Stunning

Stunning

[stuhn-ing]
Stunning is the process of rendering animals immobile or unconscious prior to their being slaughtered for food. This process has been common for centuries in the case of cattle, who were poleaxed prior to being bled out. In the United Kingdom and Europe more widely the development of stunning technologies occurred largely in the first half of the twentieth century.

History

Prior to humane slaughter pistols and electric stunners, pigs, sheep and other animals (including cattle) were simply struck while fully conscious. The belief that this was unnecessarily cruel and painful to the animal being slaughtered was the rhetorical justification for, in many countries, the compulsory adoption of stunning methods, almost all associated with modern technology. The discourse of progress and humanity in morals and technology were thus intimately intertwined. The Humane Slaughter Act of 1933 in Britain, for example, was specifically conceived not only to make stunning compulsory, but moreover to make particularly modern incarnations of stunning, such as the captive bolt pistol and electric tongs, the means by which it was achieved. The wording of the 1933 act specifically outlaws the poleaxe. The period is marked by the development of various innovations in slaughterhouse technologies, not all of them particularly long-lasting.

Modern Methods

In modern slaughterhouses a variety of slaughter methods are used on livestock. Methodes include:

  • Electrical stunning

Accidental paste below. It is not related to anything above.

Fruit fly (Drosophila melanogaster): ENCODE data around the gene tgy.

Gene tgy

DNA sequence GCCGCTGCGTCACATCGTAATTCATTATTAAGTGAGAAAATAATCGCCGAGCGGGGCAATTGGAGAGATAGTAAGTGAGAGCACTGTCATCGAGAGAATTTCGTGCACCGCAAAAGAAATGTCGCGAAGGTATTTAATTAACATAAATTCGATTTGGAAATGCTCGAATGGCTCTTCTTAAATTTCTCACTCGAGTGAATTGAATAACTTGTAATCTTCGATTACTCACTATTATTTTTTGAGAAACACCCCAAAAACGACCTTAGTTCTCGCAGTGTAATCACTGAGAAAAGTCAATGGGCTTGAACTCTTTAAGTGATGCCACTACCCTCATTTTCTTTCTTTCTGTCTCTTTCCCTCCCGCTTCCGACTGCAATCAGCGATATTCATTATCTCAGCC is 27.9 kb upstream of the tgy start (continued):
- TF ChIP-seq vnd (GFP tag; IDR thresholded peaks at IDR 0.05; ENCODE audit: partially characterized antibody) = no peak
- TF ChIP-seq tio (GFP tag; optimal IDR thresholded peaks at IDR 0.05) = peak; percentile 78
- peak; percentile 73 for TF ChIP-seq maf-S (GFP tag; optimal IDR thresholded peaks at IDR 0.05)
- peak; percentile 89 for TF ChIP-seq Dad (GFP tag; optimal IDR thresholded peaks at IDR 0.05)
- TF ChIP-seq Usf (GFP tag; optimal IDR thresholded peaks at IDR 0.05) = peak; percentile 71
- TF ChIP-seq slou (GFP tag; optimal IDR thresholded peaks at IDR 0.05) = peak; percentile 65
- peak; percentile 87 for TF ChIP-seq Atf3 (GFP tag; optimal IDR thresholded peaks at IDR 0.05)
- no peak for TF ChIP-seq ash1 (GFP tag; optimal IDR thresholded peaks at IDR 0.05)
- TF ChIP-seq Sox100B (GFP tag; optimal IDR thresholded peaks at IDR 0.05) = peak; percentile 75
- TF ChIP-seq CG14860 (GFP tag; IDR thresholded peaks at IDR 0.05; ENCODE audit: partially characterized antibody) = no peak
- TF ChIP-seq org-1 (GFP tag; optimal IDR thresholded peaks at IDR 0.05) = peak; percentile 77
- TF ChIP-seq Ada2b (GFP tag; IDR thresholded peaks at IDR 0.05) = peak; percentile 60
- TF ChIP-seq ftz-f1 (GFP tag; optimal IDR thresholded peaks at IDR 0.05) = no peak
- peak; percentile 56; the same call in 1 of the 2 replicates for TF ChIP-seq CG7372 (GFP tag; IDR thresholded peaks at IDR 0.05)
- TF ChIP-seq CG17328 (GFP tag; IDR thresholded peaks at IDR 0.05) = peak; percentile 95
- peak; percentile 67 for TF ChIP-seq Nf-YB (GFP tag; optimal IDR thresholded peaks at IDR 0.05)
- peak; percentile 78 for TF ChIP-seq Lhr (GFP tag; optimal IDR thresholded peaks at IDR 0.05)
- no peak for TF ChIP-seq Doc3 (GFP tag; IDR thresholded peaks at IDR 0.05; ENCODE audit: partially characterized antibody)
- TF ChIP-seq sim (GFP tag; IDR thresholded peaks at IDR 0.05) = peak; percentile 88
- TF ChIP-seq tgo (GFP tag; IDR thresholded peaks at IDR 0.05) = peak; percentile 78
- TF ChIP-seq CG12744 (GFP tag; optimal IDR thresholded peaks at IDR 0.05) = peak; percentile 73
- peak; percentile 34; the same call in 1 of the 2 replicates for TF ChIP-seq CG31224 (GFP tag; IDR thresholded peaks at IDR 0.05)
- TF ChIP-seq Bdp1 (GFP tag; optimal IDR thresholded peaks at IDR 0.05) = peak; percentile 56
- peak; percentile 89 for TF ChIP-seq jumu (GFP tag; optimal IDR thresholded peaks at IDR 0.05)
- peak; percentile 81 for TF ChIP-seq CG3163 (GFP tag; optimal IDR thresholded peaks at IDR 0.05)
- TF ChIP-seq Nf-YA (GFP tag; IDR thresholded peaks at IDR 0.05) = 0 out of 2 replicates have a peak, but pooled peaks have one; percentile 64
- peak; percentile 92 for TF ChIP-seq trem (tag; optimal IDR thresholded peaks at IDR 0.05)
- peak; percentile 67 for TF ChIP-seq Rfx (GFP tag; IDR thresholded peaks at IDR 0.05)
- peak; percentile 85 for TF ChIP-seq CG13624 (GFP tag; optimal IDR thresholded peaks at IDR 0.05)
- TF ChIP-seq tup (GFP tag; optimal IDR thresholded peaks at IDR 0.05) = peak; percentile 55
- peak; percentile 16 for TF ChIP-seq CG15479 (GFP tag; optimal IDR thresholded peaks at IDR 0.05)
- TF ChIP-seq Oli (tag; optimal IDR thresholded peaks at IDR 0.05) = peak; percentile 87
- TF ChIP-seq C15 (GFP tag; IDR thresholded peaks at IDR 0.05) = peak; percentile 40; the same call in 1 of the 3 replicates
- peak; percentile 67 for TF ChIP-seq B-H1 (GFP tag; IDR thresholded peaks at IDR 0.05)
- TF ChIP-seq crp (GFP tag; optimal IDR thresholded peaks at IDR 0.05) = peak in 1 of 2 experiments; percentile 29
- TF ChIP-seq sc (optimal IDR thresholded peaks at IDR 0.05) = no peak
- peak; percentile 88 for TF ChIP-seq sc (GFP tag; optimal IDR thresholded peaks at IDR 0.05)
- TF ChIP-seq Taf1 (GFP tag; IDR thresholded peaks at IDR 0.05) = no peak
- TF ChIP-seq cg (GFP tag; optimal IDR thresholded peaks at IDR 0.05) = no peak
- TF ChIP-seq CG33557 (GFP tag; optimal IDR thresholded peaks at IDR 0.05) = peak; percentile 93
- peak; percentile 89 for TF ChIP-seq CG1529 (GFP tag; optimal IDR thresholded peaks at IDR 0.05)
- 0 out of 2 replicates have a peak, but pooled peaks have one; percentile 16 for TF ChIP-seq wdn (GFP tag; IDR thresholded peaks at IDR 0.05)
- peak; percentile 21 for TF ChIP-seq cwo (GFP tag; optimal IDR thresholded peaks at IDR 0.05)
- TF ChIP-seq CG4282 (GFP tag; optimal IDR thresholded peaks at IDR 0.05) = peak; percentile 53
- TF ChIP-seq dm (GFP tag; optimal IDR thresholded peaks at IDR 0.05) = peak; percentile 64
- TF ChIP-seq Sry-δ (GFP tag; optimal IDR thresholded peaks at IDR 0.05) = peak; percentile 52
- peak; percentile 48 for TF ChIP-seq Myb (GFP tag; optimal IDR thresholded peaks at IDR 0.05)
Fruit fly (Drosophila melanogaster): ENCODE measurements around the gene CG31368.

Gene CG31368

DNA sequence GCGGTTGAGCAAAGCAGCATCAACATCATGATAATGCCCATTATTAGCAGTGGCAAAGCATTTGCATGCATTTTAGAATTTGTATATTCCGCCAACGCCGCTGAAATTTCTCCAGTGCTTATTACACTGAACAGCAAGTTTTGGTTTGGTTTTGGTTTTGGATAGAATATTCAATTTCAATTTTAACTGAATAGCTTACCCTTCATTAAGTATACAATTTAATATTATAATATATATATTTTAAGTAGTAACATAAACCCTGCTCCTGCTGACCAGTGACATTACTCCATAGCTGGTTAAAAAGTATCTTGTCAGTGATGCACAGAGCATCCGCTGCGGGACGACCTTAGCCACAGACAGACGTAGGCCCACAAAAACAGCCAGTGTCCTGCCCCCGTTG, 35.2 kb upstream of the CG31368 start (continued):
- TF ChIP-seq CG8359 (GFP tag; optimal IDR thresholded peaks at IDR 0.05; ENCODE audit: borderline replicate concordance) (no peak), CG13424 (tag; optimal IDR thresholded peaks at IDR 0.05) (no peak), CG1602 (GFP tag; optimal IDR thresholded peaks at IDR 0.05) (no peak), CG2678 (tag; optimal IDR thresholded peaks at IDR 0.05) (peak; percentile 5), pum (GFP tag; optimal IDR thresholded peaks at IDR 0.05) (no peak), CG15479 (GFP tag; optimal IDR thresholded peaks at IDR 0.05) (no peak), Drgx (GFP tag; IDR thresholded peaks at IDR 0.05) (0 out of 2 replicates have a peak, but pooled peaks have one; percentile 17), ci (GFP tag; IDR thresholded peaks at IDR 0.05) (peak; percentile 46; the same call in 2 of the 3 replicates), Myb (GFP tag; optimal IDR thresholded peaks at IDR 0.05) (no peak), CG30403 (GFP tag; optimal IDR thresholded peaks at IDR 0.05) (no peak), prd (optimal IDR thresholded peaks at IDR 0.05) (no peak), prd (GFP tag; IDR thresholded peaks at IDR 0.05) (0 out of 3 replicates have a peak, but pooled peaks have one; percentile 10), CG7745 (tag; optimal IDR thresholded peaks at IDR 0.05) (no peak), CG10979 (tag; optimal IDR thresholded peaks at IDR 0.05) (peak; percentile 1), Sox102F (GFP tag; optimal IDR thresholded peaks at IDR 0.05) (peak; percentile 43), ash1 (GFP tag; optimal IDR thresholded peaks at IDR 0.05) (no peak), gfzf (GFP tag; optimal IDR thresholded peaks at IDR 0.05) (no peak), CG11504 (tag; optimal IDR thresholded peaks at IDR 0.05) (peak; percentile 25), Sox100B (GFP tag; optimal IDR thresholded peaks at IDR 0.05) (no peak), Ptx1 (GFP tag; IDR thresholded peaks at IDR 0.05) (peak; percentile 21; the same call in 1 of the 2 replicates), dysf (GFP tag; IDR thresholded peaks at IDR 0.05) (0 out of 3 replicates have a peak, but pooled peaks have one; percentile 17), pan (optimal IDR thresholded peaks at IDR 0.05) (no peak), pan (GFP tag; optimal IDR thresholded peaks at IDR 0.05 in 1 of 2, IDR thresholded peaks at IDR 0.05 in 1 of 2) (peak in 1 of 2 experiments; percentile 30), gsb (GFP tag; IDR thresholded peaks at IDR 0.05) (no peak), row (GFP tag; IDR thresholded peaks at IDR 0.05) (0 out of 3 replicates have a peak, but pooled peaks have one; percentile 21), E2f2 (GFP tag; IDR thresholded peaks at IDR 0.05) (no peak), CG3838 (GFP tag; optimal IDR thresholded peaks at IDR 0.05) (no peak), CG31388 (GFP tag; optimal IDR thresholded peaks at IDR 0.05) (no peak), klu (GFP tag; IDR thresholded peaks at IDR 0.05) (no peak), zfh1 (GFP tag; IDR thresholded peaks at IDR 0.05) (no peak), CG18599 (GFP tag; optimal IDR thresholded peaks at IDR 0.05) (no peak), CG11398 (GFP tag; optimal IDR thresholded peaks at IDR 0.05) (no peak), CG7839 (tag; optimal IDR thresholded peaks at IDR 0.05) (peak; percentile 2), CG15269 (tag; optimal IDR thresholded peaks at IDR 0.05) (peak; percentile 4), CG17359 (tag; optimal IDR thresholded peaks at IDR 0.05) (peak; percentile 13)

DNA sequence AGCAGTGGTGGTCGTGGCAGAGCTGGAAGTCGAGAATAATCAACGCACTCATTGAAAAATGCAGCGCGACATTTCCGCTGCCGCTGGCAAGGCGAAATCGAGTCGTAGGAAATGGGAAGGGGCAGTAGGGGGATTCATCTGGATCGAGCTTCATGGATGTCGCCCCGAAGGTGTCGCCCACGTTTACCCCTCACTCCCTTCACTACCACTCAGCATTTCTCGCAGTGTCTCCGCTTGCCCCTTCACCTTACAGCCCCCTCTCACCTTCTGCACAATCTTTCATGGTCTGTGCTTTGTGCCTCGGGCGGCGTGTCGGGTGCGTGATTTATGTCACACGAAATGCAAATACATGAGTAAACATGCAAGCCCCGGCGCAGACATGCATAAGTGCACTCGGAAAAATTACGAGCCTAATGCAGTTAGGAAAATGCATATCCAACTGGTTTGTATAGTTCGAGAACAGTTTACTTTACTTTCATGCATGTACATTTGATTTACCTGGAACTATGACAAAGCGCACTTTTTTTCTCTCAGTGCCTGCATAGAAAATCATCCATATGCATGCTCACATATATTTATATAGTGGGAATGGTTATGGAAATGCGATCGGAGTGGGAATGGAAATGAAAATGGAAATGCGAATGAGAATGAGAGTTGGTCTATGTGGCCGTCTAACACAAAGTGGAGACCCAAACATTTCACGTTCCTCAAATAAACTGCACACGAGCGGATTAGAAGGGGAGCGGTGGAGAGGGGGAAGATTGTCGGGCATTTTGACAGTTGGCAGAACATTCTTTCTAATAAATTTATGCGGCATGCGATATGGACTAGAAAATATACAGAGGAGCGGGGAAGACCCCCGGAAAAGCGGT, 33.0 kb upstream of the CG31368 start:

• Gas stunning
  • Percussive stunning

Electrical stunning

Electrical stunning is done by applying a current through the brain of the animal before slaughter. An epileptic shock is induced by overloading the neurons, which would render the animal incapable of feeling pain. It is a controversial subject however. With chickens for example, overstunning leads to bone fractures and/or electrocution which prevents bleeding of the animal. This negatively effects the quality of the meat therefore understunning is an attractive practice for slaughterhouses.

In the Netherlands for example, the law states that poultry must be stunned for 4 seconds minimum with an average current of 100 mA, which leads to systematic understunning.

Gas stunning

With Gas stunning animals are exposed to a mixture of gases (CO2 for example, but historically CO or mustard gas was used) to suffocate the creatures.

Percussive stunning

With Percussive stunning, a device which hits the animal on the head, with or without penetration, is employed. Such devices, such as the captive bolt pistol, can be either pneumatic, or powder-actuated.

External links

The Food and Agricultural Organisation (FAO)outlines practical suggestions for humane handling and slaughter of livestock.

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